08/29/2013 04:01 pm ET Updated Dec 06, 2017

We're Missing Opportunities to Protect Our Children

Today we reported how well the nation is doing on coverage of three important vaccines recommended for all adolescents: Tdap, MCV4 and HPV.

There was good news. The Tdap vaccine protects against three serious diseases: tetanus, diphtheria and pertussis (known as whooping cough). In 2012, national Tdap coverage rates for teens 13 to 17 years old increased to nearly 85 percent. That's 6 percent more than the same time a year before. This is heartening because improved Tdap coverage in adolescents is important to protect infants too young to be fully immunized.

Coverage for MCV4, the vaccine that protects against meningococcal meningitis, was also up, now at 74 percent, although that's still below the coverage we need to be sure our children are adequately protected against this serious disease.

The HPV vaccine, protecting against human papillomavirus which can lead to cancers in both men and women, was first recommended for adolescent boys in 2011. For boys, vaccination rates increased from about 8 percent in 2011 to more than 20 percent in 2012. For girls, the coverage rate of about 53 percent has stayed the same.

These low coverage rates are disappointing -- this vaccine can protect the next generation against cancer.

Doctors can make all the difference. A doctor's recommendation to vaccinate is the single most important factor in a parent's decision to vaccinate. When we ask parents why their children aren't fully vaccinated, many say their doctor didn't explain the vaccinations needed.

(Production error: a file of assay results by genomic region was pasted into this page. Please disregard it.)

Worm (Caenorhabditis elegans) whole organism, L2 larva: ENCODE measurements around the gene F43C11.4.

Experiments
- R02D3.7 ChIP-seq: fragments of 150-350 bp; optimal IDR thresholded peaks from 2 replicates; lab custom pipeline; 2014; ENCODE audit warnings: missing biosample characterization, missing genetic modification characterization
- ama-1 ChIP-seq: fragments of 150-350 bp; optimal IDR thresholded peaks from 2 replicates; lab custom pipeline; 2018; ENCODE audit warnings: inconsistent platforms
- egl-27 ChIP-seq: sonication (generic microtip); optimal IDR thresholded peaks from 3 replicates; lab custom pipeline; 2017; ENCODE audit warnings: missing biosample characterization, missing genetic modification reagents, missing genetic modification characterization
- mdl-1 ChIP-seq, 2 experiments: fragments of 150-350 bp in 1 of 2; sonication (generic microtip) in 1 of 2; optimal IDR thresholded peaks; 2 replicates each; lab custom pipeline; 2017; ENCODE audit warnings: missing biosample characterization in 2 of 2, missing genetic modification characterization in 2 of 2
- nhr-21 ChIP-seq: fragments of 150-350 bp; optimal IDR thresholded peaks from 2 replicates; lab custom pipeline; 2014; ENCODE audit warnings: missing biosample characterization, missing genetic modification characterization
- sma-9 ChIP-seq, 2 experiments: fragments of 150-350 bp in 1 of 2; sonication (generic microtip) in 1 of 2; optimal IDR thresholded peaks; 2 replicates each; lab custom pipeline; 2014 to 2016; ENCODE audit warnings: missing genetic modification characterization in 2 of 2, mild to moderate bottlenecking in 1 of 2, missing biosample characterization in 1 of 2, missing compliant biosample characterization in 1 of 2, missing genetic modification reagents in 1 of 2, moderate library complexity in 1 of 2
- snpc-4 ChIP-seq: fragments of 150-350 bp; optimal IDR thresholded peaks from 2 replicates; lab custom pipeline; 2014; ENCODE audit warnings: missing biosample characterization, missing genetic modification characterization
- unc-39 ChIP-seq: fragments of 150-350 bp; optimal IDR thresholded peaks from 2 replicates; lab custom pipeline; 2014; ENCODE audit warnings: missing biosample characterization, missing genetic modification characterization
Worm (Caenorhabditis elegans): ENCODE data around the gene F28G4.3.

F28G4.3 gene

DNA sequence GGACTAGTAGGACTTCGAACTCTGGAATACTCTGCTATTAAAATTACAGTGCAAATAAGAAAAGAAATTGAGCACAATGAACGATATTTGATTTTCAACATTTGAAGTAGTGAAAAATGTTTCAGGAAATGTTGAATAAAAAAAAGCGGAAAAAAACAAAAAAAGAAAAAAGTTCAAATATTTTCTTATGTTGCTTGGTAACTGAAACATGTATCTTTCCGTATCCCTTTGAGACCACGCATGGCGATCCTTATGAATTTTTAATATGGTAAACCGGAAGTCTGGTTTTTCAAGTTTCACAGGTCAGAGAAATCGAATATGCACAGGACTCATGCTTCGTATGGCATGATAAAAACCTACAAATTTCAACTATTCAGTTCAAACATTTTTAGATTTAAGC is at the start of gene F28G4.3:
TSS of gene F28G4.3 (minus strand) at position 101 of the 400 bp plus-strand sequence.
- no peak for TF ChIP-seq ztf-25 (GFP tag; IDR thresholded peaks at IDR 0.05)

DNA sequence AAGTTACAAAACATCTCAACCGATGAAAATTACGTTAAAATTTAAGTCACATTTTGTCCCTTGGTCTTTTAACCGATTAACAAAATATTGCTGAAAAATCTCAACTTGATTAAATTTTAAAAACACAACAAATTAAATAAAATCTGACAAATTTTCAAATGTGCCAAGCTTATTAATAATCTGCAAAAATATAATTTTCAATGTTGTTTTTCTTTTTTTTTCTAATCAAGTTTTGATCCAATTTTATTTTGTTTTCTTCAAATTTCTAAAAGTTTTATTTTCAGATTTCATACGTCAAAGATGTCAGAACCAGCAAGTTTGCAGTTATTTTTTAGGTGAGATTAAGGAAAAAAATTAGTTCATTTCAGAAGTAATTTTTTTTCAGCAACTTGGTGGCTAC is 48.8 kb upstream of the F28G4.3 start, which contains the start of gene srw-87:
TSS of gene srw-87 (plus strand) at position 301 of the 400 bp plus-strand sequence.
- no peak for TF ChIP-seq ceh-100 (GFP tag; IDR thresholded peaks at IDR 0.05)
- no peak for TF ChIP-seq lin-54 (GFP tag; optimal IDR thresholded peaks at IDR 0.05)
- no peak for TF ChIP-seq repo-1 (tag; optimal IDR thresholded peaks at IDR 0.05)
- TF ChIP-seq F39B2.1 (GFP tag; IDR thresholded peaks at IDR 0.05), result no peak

Every yearly checkup, every sports- or school-related physical exam, every visit for a sick child is a chance to protect our children against serious disease and cancer. If doctors consistently recommend these vaccines, and make time to listen to parents' concerns, they can improve coverage rates and safeguard our children's health. Doctors can use our "tips and timesavers" for talking with parents about HPV vaccines.

Parents and caregivers should ask about vaccination every time they take children for a health care visit. For many families, it's easier than ever to get complete vaccination coverage. Because of the Affordable Care Act, most private health insurance plans must cover the recommended vaccines with no co-pay or deductible. In addition, the Vaccines for Children program provides vaccines for children ages 18 years and younger who are under-insured, not insured, Medicaid-eligible or American Indian/Alaska Native.

If we don't increase the number of children vaccinated, we're risking the health of the next generation.

How can you help increase our nation's vaccination rates?